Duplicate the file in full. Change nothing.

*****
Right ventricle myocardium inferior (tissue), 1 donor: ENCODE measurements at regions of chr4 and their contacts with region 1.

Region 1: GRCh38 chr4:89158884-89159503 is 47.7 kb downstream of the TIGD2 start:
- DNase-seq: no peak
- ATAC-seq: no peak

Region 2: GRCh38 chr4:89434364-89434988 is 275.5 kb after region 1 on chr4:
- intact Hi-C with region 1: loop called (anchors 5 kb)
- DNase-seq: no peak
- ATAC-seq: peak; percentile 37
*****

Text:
Right ventricle myocardium inferior (tissue), 1 donor: ENCODE measurements at regions of chr4 and their contacts with region 1.

Region 1: GRCh38 chr4:89158884-89159503 is 47.7 kb downstream of the TIGD2 start:
- DNase-seq: no peak
- ATAC-seq: no peak

Region 2: GRCh38 chr4:89434364-89434988 is 275.5 kb after region 1 on chr4:
- intact Hi-C with region 1: loop called (anchors 5 kb)
- DNase-seq: no peak
- ATAC-seq: peak; percentile 37